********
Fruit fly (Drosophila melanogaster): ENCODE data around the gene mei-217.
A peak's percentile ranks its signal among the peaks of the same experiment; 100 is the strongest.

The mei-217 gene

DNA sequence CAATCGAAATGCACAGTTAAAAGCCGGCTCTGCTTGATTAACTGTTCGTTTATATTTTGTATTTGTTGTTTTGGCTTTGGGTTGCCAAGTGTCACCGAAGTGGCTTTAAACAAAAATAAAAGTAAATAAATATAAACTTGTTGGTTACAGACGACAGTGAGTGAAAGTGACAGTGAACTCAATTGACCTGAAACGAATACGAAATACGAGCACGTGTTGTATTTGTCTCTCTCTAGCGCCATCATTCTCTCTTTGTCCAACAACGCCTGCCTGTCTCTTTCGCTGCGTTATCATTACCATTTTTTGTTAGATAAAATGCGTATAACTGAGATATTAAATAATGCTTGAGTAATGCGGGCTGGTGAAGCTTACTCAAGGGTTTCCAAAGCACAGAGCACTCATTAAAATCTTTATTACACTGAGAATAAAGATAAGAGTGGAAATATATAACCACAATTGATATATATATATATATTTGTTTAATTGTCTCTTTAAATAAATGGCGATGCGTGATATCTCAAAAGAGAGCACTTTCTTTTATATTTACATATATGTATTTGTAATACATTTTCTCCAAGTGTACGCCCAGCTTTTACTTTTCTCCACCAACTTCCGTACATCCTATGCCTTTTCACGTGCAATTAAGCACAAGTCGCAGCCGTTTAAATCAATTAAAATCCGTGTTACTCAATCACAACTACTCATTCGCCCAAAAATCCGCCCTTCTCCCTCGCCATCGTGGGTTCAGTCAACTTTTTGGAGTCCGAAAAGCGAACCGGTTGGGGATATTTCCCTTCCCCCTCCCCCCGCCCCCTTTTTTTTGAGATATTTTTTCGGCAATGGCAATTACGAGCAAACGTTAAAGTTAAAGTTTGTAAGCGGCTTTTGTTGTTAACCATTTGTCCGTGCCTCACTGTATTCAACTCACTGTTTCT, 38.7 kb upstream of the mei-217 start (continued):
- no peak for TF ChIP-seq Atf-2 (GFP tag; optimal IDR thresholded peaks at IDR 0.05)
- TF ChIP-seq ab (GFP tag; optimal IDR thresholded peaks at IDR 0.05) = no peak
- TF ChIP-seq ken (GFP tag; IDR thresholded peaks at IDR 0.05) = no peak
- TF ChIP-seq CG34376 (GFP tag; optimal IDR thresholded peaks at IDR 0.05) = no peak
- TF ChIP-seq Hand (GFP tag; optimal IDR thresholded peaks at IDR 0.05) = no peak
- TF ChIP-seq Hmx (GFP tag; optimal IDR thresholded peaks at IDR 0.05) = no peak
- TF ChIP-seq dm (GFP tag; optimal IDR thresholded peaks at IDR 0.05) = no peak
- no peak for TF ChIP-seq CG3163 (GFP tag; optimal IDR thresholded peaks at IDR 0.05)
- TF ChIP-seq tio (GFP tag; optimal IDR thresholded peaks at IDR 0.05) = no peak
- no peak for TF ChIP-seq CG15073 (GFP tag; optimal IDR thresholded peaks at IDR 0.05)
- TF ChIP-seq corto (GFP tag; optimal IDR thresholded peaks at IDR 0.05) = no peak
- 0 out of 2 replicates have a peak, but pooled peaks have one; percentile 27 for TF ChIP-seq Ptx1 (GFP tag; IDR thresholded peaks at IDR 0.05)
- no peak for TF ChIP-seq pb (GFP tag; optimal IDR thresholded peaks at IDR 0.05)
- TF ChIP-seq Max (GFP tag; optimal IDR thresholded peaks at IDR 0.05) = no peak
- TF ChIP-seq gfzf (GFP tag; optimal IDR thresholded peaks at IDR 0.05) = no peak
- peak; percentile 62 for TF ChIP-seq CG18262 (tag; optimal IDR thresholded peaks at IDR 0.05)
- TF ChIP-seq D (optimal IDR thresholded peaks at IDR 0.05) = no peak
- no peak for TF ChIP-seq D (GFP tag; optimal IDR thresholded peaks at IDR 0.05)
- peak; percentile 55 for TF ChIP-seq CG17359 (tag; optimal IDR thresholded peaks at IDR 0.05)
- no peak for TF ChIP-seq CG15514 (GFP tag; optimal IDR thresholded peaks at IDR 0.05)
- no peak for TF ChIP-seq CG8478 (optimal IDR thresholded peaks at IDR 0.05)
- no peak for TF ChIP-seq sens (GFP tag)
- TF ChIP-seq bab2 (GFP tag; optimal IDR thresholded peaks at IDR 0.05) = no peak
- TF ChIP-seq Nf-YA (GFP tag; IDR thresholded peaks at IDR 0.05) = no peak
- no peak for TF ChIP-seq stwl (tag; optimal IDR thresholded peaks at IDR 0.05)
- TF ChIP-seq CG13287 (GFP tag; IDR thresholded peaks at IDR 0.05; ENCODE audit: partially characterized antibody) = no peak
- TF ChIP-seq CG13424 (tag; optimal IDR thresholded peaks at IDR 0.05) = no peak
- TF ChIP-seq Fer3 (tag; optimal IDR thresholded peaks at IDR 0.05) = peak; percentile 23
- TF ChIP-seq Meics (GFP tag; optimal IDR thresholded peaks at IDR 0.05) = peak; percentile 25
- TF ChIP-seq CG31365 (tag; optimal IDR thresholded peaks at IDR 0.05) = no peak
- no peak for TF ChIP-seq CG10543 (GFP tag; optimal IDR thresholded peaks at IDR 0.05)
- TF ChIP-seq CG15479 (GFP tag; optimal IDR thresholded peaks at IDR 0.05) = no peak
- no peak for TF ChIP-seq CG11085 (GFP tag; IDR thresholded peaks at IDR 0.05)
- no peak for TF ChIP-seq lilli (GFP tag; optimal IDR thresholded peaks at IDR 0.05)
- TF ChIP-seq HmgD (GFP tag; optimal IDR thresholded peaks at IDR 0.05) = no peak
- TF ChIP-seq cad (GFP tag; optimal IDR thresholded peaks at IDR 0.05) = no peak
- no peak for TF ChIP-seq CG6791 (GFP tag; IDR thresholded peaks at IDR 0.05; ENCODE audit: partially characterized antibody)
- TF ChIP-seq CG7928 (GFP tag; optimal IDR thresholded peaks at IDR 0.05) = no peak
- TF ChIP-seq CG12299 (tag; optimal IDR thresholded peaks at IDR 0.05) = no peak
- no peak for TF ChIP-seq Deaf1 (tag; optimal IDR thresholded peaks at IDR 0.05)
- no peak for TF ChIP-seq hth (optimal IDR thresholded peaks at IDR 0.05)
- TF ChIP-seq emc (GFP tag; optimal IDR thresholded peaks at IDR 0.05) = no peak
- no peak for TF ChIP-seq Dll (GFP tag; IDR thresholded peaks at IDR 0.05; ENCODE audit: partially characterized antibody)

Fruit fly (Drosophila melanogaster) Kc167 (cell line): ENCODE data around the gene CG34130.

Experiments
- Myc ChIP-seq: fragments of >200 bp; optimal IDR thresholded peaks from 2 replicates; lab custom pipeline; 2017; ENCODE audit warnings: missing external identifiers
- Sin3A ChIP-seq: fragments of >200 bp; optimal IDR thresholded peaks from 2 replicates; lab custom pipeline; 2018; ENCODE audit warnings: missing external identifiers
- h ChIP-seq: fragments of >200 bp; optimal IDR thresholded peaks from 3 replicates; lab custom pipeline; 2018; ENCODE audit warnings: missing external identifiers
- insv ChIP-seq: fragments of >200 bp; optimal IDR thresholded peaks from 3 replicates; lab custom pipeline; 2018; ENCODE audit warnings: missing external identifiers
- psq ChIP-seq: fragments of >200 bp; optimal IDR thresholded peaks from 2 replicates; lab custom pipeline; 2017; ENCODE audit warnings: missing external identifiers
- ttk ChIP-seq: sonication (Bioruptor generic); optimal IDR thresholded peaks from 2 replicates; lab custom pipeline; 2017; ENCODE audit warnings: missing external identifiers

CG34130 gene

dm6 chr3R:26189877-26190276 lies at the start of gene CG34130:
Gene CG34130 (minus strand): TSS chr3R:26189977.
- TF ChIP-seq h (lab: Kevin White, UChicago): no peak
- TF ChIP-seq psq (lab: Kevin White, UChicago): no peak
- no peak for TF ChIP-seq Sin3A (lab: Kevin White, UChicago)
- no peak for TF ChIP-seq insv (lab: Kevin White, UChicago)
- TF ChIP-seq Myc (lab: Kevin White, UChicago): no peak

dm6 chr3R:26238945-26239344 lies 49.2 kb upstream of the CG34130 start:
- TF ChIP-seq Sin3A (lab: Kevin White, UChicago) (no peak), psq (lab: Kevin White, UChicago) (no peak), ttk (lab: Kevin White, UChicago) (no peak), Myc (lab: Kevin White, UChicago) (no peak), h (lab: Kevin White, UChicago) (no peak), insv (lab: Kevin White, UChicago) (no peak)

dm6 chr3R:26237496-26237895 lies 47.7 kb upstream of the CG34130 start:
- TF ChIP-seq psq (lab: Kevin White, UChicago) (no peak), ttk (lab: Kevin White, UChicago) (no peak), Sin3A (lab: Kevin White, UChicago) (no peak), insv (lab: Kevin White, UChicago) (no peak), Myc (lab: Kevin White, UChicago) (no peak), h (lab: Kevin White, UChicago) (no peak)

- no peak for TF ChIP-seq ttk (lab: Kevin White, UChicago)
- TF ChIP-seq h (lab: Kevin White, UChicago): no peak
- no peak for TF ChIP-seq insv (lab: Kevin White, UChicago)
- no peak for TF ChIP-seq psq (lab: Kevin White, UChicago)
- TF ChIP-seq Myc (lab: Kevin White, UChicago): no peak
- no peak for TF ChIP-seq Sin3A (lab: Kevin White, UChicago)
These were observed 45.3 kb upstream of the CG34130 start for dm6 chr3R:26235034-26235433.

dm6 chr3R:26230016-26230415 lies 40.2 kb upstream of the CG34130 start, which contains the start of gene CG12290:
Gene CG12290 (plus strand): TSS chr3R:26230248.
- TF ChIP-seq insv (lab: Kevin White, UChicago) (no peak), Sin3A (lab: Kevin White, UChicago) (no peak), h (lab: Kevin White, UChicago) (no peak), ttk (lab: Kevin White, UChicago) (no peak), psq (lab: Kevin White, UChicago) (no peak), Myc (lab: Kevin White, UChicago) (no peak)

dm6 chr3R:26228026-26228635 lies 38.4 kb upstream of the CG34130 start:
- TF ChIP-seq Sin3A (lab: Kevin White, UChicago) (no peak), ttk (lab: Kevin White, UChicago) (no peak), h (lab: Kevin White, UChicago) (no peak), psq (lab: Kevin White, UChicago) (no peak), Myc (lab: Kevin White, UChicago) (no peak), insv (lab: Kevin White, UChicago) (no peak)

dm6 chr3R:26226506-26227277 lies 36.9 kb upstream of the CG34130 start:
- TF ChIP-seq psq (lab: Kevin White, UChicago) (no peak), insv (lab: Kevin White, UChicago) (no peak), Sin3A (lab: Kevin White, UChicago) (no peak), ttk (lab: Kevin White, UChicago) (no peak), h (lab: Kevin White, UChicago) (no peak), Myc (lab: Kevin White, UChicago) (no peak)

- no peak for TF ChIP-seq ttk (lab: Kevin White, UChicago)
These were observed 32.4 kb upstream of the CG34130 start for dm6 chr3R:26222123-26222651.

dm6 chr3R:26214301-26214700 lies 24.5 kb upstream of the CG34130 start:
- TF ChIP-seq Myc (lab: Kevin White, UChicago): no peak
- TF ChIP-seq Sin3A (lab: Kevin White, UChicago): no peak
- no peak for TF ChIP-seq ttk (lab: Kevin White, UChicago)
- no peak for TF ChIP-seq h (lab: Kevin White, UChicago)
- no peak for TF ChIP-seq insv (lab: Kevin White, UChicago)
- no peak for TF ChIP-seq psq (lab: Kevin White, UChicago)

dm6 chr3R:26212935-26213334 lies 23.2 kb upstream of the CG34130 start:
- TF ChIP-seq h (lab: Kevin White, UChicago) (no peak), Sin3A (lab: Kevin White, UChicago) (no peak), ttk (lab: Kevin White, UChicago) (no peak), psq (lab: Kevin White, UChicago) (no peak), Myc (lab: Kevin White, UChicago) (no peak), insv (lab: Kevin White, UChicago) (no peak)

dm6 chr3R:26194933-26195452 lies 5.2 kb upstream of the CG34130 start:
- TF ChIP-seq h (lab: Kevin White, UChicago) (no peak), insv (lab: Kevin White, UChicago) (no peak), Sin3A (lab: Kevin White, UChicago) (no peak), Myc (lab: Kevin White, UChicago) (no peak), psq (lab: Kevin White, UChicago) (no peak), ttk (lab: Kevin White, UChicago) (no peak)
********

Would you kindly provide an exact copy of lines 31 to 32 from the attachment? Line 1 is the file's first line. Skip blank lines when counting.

- TF ChIP-seq CG13424 (tag; optimal IDR thresholded peaks at IDR 0.05) = no peak
- TF ChIP-seq Fer3 (tag; optimal IDR thresholded peaks at IDR 0.05) = peak; percentile 23